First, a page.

“Before he was an accomplished psychologist, Steven Hayes was a mental patient.” Thus starts a Time magazine story about Hayes, a name associated with development of Acceptance and Commitment Therapy, what he declares to be at the forefront of what he terms the “third wave” of behavior therapy. Hayes gives a story of how during a faculty meeting when he was an assistant professor, he became overwhelmed by what he thought was a heart attack. His heart raced and he could not speak. It was the first of a series of panic attacks. He does not give the details of his being hospitalized or explain why someone would be hospitalized for panic disorder, but he claims that the conventional cognitive behavioral techniques he had been applying with his patients actually made his symptoms worse. In a video presentation of his alternative approach to treating panic disorder, Hayes claims the authority of being someone who is a sufferer of panic attacks in recovery.
But the idea of a wounded healer or redemptive self has now been in circulation for a while. I am sure that a lot of advice has been given how to develop a more effective, coherent story that sells a person as an advice guru. Mike Miller reported on Facebook:
I’ve read stories of people who were on some show — I think it was American Idol — they said that the producers kept telling them they needed to have a story of abuse, or poverty, or *something* horrible or they would lose. The producers pushed and pushed for such stories while the singer-participants just kept saying “nothing really bad has ever happened to me!”
Apparently Kelly Wilson was following the lead of his mentor Steven Hayes. He was asked ‘What’s something people might not know about you that, if they knew, would surprise them?’ in an interview in the British Psychological Association Psychologist. In response, he provided an account of how he went from a drug addict to a founder and promoter of Acceptance and Commitment Therapy:
I came to psychology late. I was 30-years-old when I started college. I dropped out of school when I was 16. And between the ages of 16 and the age of 30, I was a drug addict and an alcoholic. Chronically unemployed and unemployable – a serial felon. Terribly, terribly depressed – suicidally depressed pretty much all the time, except for little glorious windows in time when I’d get just the right combination of drugs and I’d be able to feel like I could stay in my own skin for a minute. But mostly it was just hard and destructive to me and to a lot of other people. In 1985, at the age of 30, after many years of overdoses and car accidents and violence, illness, and just wanting to die, I was admitted into a locked psychiatric ward. I joke with people sometimes – although it’s true – that I got my start in psychology in a psychiatric hospital.
Again, enter doubting Thomas who wants to put a finger in his bleeding wounds. Medical and criminal records, please.
Kelly, too much information. We were expecting evidence about the efficacy of the ACT you are selling.
And, now, Amy Cuddy.
16:06 When I was 19, I was in a really bad car accident. I was thrown out of a car, rolled several times. I was thrown from the car. And I woke up in a head injury rehab ward, and I had been withdrawn from college,and I learned that my IQ had dropped by two standard deviations, which was very traumatic. I knew my IQ because I had identified with being smart, and I had been called gifted as a child. So I’m taken out of college, I keep trying to go back. They say, “You’re not going to finish college. Just, you know, there are other things for you to do, but that’s not going to work out for you.”
16:43 So I really struggled with this, and I have to say, having your identity taken from you, your core identity, and for me it was being smart, having that taken from you, there’s nothing that leaves you feeling more powerless than that. So I felt entirely powerless. I worked and worked, and I got lucky, and worked, and got lucky, and worked.
17:02Eventually I graduated from college. It took me four years longer than my peers, and I convinced someone, my angel advisor, Susan Fiske, to take me on, and so I ended up at Princeton, and I was like, I am not supposed to be here. I am an impostor. And the night before my first-year talk, and the first-year talk at Princeton is a 20-minute talk to 20 people. That’s it. I was so afraid of being found out the next daythat I called her and said, “I’m quitting.” She was like, “You are not quitting, because I took a gamble on you, and you’re staying. You’re going to stay, and this is what you’re going to do. You are going to fake it. You’re going to do every talk that you ever get asked to do. You’re just going to do it and do it and do it, even if you’re terrified and just paralyzed and having an out-of-body experience, until you have this moment where you say, ‘Oh my gosh, I’m doing it. Like, I have become this. I am actually doing this.'” So that’s what I did. Five years in grad school, a few years, you know, I’m at Northwestern, I moved to Harvard, I’m at Harvard, I’m not really thinking about it anymore, but for a long time I had been thinking,”Not supposed to be here.”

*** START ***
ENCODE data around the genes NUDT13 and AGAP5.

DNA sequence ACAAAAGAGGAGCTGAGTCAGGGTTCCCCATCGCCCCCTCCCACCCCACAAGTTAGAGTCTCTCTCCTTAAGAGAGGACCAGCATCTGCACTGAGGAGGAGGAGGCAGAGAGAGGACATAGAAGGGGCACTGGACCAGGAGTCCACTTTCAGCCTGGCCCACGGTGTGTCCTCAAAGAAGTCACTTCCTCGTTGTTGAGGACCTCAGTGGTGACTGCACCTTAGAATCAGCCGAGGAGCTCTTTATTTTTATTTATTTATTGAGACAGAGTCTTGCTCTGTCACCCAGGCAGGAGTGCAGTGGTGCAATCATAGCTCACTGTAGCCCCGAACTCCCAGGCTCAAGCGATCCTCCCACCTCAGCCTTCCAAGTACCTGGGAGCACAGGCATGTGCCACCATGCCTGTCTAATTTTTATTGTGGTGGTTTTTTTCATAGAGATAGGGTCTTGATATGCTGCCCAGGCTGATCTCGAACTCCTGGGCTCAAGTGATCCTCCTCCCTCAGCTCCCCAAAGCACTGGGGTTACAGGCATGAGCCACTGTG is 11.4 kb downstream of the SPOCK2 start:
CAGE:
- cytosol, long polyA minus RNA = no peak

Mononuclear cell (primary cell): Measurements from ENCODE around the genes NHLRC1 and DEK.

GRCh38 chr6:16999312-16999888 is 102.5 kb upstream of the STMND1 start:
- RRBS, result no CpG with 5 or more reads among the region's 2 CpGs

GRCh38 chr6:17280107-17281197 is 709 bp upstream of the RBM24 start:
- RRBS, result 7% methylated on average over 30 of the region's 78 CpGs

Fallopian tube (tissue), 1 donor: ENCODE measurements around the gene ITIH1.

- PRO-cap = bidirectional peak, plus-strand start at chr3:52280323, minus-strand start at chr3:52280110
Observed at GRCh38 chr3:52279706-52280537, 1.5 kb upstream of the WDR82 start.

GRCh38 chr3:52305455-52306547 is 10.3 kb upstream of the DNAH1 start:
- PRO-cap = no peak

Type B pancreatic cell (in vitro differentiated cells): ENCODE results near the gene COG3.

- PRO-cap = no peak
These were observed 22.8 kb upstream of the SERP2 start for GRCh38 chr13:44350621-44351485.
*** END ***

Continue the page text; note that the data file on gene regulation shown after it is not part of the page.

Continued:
A commentator on Facebook weighed in:
I…suspect that some non-US people have so strong emotional reactions to Cuddy because she seems so incredibly US-American, including the way she looks, her self-help style of work and her biography (heck, her Wiki page even tells she used to be a roller skating waitress). Again, this is not supposed to be a value judgment, just the context in which this whole debate is happening.
Amy Cuddy is telling us the sory of her redemption in a context where she is promoting the strong science she found in her study of effects of a 2 minute-behavioral intervention with 26 women and 16 men.
Do we suspend belief and accept the redemptive narratives of Kelly Wilson and Amy Cuddy? Or do we instead get the message the translating science into practice is not what workshops and Ted Talks are about? Are we simply experiencing serious genre confusion?
Be careful about expressing your opinions aloud. Amy Cuddy invokes Susan Fiske as her power mentor and advisor who conferred power posing on Amy, encouraging her to “Fake it.” And we know what Susan Fiske does about critics of her students. She musters the full resources of the Association for Psychological Science to embarrass and silence them.
Postscript. “The trailer of the “The Jerk” is a great commentary on redemptive narratives.
Navin R. Johnson aka “The Jerk”: “Huh? I am *not* a bum. I’m a jerk. I once had wealth, power, and the love of a beautiful woman. Now I only have two things: my friends, and… uh… my thermos. Huh? My story? Okay. It was never easy for me. I was born a poor black child. I remember the days, sittin’ on the porch with my family, singin’ and dancin’ down in Mississippi…”